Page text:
WASHINGTON (Reuters) - The United States has canceled a naval exercise with Russia in protest over Moscow’s military operations in Georgia, a senior U.S. defense official said on Tuesday.
Top U.S. officials, including President George W. Bush, have strongly criticized Russia’s military campaign in Georgia but the decision to cancel the exercise was among Washington’s first concrete actions of protest.
“There is no way in good conscience that we could proceed with a joint naval exercise given the state of this crisis,” the defense official told Reuters, speaking on condition of anonymity as no official announcement has yet been made.
The annual exercise is led by the United States and known as FRUKUS after the initials of its participant countries — France, Russia, Britain and the United States, Pentagon officials said.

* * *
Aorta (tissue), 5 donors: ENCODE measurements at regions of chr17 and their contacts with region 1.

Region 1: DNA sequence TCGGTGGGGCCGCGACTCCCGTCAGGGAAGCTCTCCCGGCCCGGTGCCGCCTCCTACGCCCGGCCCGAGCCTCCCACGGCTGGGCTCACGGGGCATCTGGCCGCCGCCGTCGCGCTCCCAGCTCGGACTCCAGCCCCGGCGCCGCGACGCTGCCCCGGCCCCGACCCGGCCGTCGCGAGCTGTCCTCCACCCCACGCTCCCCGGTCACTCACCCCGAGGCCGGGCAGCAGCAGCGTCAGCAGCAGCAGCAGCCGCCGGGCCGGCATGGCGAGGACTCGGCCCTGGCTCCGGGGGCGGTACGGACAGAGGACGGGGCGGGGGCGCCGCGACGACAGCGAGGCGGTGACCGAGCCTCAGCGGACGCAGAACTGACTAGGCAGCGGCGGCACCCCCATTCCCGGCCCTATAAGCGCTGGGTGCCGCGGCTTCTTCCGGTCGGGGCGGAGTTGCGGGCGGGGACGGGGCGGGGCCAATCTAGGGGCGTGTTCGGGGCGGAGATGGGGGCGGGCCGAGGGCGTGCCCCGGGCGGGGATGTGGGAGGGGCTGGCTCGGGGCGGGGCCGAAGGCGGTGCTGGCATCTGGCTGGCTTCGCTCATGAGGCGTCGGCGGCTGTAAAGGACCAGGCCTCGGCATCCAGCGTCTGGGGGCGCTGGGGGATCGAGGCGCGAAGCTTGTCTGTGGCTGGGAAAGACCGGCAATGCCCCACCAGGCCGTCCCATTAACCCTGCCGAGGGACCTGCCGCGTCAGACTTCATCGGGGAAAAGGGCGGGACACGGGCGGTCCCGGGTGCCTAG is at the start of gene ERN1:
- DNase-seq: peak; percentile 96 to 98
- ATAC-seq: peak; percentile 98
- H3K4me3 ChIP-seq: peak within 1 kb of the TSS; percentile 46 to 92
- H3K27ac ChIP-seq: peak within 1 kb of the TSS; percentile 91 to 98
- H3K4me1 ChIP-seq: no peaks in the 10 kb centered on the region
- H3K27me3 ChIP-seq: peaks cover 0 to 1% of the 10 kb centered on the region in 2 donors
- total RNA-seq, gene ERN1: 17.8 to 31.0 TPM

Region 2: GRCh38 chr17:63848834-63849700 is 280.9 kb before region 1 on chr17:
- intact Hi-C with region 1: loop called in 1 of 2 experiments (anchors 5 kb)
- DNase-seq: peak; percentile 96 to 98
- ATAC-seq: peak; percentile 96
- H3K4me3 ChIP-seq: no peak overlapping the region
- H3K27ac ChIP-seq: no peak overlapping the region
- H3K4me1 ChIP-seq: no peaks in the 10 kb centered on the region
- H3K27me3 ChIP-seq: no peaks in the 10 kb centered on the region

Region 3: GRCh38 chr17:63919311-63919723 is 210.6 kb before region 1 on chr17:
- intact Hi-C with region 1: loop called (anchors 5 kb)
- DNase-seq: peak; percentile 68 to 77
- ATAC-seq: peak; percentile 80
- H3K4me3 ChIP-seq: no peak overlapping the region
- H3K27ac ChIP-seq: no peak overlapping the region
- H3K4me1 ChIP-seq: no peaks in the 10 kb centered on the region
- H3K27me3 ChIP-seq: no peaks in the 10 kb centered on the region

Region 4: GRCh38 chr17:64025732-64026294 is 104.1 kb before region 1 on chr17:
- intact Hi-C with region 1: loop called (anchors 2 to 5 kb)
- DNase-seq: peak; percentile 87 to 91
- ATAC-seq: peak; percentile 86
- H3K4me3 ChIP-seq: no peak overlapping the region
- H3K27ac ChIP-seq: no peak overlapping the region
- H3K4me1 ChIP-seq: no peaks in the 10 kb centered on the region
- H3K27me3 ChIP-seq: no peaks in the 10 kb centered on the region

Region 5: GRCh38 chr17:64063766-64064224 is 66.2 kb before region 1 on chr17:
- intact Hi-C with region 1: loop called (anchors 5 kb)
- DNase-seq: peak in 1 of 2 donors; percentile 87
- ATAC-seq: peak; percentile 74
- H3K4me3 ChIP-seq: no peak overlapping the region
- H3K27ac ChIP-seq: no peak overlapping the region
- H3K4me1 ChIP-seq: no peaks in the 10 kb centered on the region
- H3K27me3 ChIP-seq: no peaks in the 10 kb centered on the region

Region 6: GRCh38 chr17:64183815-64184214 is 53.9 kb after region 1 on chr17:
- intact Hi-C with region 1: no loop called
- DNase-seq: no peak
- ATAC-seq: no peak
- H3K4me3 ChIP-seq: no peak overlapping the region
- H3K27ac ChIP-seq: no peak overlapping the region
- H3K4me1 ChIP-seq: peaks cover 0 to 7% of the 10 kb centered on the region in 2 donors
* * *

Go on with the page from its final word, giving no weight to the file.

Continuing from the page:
It was due to begin within the next week in the Pacific Ocean off the coast of the Russian port city of Vladivostok, the officials said. Two U.S. ships were scheduled to be involved, one official said.
Fighting between Russian and Georgian forces began last week after Georgia tried to regain control of the separatist province of South Ossetia and Russia launched a massive counter-offensive.
Russian President Dmitry Medvedev ordered a halt to military operations in Georgia on Tuesday but Tbilisi cast doubt on the announcement, saying Moscow was still bombing towns and villages.
The United States has made clear that it is not contemplating any use of force to support Georgia, a strong U.S. ally.
But officials say military planners are looking at a range of options to provide humanitarian aid if requested to do so.
The United States has less than 100 military personnel in Georgia, most of them involved in training Georgian forces. The Pentagon has said they are playing no role in the current conflict.
(Additional reporting by Susan Cornwell)
Reporting by Andrew Gray, editing by Patricia Zengerle